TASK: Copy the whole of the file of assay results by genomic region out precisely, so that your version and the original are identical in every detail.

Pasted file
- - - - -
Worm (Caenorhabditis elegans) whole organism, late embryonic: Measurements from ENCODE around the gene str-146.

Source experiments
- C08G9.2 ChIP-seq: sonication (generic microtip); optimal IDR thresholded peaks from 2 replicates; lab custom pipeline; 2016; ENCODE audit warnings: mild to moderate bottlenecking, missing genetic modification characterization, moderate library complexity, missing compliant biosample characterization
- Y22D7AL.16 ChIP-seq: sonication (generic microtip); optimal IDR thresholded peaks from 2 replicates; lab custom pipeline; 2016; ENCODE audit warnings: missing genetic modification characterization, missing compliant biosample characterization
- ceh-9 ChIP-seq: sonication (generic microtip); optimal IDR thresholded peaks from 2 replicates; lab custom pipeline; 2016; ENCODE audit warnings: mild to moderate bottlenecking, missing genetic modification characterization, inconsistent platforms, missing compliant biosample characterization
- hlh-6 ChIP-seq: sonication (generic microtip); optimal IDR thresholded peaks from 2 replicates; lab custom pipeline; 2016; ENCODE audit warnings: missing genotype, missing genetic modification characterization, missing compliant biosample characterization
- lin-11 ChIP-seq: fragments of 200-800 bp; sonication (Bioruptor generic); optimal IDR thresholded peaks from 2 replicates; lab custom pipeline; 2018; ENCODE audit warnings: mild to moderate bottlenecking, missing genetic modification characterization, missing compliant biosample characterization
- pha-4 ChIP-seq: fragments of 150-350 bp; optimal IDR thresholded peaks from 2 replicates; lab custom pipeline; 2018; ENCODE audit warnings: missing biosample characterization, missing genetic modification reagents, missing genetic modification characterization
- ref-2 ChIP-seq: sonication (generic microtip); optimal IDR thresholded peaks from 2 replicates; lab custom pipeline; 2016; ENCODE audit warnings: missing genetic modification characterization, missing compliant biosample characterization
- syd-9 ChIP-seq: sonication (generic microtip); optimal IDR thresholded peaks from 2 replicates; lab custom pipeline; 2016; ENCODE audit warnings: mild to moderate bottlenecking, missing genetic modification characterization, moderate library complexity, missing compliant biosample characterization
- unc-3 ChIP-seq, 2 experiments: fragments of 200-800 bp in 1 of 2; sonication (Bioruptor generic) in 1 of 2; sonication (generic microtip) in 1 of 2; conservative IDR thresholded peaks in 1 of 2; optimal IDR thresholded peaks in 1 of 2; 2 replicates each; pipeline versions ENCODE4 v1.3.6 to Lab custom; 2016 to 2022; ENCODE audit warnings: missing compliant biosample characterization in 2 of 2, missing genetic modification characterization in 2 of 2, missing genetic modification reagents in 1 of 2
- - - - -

Worm (Caenorhabditis elegans) whole organism, late embryonic: Measurements from ENCODE around the gene str-146.

Source experiments
- C08G9.2 ChIP-seq: sonication (generic microtip); optimal IDR thresholded peaks from 2 replicates; lab custom pipeline; 2016; ENCODE audit warnings: mild to moderate bottlenecking, missing genetic modification characterization, moderate library complexity, missing compliant biosample characterization
- Y22D7AL.16 ChIP-seq: sonication (generic microtip); optimal IDR thresholded peaks from 2 replicates; lab custom pipeline; 2016; ENCODE audit warnings: missing genetic modification characterization, missing compliant biosample characterization
- ceh-9 ChIP-seq: sonication (generic microtip); optimal IDR thresholded peaks from 2 replicates; lab custom pipeline; 2016; ENCODE audit warnings: mild to moderate bottlenecking, missing genetic modification characterization, inconsistent platforms, missing compliant biosample characterization
- hlh-6 ChIP-seq: sonication (generic microtip); optimal IDR thresholded peaks from 2 replicates; lab custom pipeline; 2016; ENCODE audit warnings: missing genotype, missing genetic modification characterization, missing compliant biosample characterization
- lin-11 ChIP-seq: fragments of 200-800 bp; sonication (Bioruptor generic); optimal IDR thresholded peaks from 2 replicates; lab custom pipeline; 2018; ENCODE audit warnings: mild to moderate bottlenecking, missing genetic modification characterization, missing compliant biosample characterization
- pha-4 ChIP-seq: fragments of 150-350 bp; optimal IDR thresholded peaks from 2 replicates; lab custom pipeline; 2018; ENCODE audit warnings: missing biosample characterization, missing genetic modification reagents, missing genetic modification characterization
- ref-2 ChIP-seq: sonication (generic microtip); optimal IDR thresholded peaks from 2 replicates; lab custom pipeline; 2016; ENCODE audit warnings: missing genetic modification characterization, missing compliant biosample characterization
- syd-9 ChIP-seq: sonication (generic microtip); optimal IDR thresholded peaks from 2 replicates; lab custom pipeline; 2016; ENCODE audit warnings: mild to moderate bottlenecking, missing genetic modification characterization, moderate library complexity, missing compliant biosample characterization
- unc-3 ChIP-seq, 2 experiments: fragments of 200-800 bp in 1 of 2; sonication (Bioruptor generic) in 1 of 2; sonication (generic microtip) in 1 of 2; conservative IDR thresholded peaks in 1 of 2; optimal IDR thresholded peaks in 1 of 2; 2 replicates each; pipeline versions ENCODE4 v1.3.6 to Lab custom; 2016 to 2022; ENCODE audit warnings: missing compliant biosample characterization in 2 of 2, missing genetic modification characterization in 2 of 2, missing genetic modification reagents in 1 of 2